Wednesday, May 26, 2010

Beer, University City (Tap House), Cheese, Craft Ale House, New Holland Brewing.....or.....I can't come up with a better title for this

Closing the book here on a couple of odds 'n' ends from last week. Though, nothing so odd about them at all. Unless you consider odd seeing Dr. Joel Armato of New Holland Brewing two consecutive nights...which I understand is just as many times as you can count on seeing him during Philly Beer Week. Or odd having a 70 tap setup of mostly good craft and imported beer in University City....okay maybe that's one is a little on the south side of odd. Or if you think that beer and cheese together is odd...which in that case, you'd best get paying attention and studying up. City Tap House Tuesday night saw Patty and I hop the train for Center City to take in a private showing of the new City Tap House. From best I could gather, the city's latest entry into what has seemed to be a steady stream of new bars over the last year or two already opened to the public---and had a soft opening---and now this past week played host to a friends/family/media type of private event. Not sure how traditionally linear of an approach this was but, no matter, in a nutshell City Tap House is open and they are pouring many fine domestic craft and imported beers, one after another on numerous (6?) draft towers, interrupted only occasionally by one of "those beers" that many of us here around The Brew Lounge don't particularly care for.
(on the terrace at City Tap House)
A rough count of a hundred or so media folk, brewers, publicans, sales reps, distributors, and the like turned out just as the rainy weather was clearing for the evening. It was slightly cool outside, so the open firepits on the "green" rooftop patio were a welcome part of the ambiance for many. I can see this becoming prime real estate in the cooler weather. Approaching CTH (yes, yet another acronym has been introduced!) from Walnut Street, there's not much indication of the restaurant other than from a glance upward to the patio where you can see the tips of the dancing flames. A walk through a simply marked door and then a short ride up an elevator gets you in to the bar.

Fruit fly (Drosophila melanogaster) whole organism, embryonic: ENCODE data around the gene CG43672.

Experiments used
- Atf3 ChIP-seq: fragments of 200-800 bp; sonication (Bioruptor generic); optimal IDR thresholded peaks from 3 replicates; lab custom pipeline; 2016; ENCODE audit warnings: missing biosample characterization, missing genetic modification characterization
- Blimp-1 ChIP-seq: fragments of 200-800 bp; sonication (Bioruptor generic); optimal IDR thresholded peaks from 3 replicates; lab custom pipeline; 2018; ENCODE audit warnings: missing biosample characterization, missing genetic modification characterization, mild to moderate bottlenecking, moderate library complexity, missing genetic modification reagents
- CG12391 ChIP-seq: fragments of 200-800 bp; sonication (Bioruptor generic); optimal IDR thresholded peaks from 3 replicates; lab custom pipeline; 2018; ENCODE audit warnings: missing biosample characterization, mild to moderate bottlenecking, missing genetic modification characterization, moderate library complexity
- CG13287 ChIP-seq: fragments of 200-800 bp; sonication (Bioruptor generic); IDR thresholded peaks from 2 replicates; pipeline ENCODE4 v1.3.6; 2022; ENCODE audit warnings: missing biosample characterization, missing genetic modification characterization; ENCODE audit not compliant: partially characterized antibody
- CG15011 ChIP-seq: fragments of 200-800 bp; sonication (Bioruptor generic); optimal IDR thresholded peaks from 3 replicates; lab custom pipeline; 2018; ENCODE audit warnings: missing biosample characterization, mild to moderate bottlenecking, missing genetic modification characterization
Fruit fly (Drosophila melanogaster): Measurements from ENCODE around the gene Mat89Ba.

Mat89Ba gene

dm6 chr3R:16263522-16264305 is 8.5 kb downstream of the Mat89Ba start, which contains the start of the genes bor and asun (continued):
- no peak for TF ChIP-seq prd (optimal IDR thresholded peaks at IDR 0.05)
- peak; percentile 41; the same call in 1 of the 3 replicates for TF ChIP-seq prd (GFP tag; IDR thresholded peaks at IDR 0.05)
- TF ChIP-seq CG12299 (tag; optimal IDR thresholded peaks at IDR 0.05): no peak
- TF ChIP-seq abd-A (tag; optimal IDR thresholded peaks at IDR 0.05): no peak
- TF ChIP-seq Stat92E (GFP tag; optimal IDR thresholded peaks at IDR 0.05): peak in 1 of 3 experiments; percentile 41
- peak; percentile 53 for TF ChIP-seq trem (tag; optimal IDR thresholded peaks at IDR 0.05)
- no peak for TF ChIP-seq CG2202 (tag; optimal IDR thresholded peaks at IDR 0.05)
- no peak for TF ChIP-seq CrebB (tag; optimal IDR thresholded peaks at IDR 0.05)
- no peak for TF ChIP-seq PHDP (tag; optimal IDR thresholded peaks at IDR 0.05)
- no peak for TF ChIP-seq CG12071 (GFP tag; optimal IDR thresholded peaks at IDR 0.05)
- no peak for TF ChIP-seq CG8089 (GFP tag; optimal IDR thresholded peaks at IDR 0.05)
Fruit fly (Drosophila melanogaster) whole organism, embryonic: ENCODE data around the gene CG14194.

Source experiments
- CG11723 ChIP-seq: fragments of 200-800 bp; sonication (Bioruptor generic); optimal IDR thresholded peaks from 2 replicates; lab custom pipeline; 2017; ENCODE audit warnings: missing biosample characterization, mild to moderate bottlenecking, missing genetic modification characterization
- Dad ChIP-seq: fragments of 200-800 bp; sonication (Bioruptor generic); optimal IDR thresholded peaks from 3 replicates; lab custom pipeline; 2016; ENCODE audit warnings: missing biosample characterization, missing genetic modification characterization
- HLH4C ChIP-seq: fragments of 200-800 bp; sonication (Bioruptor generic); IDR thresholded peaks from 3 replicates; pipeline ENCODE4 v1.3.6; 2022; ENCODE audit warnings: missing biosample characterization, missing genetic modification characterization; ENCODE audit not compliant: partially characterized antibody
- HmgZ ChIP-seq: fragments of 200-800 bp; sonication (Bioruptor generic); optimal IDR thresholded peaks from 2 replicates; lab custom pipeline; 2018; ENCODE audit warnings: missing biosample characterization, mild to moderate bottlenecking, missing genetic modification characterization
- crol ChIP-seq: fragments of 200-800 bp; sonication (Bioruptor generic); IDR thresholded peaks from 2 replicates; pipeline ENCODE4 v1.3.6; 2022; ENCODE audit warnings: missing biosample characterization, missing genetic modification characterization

(night falls over the firepits at City Tap House, a nice addition to the al fresco city landscape)
Inside, a tasteful mix of wood and industrial metal (hey, I never claimed to be an interior designer!) provide for a real comfortable session at the bar or in the restaurant. The press release says that they're shooting for a mountain lodge feel; I suppose I can get with that, though it's not the first striking reaction that I have when I look matter.
(clipboard menus of very good beers spanning the flavor spectrum)
A long rectangular bar allows bartenders to circle the bar to reach all of the six (I believe it is six...or seven?) draft towers. A clipboard menu of the pretty decent looking draft menu allows patrons to thumb through and make sense of the Saison Duponts, the Harpoon Single Hop ESBs, the New Holland Black Tulips, the Sly Foxes, Victorys, Yardses, and on and on. I think you get the picture.
(one stall in the cold box per draft tower...keeps things nicely organized)
Along with several others, we were treated to a behind-the-scenes tour of the cold box storage for the draft beer delivery system. It's not often that you see such meticulous care taken in the organization of the kegs and their draft lines. Basically speaking, the cooler has one "stall" for each set of taps on a draft tower. Lines are zip-tied and labeled, dials are clearly postitioned to monitor beer flow pressure (didn't see any spelling errors, in case the PLCB is still worried). With around 70 taps, organization becomes an even more important thing. Not too shabby! And, if the concept of this level of choice is too much for and you'd like to remember what you've enjoyed in the past, CTH has a system for logging your purchases into a database for your future reference---should we trust that the privacy policy here is stronger than at Facebook?! ;-o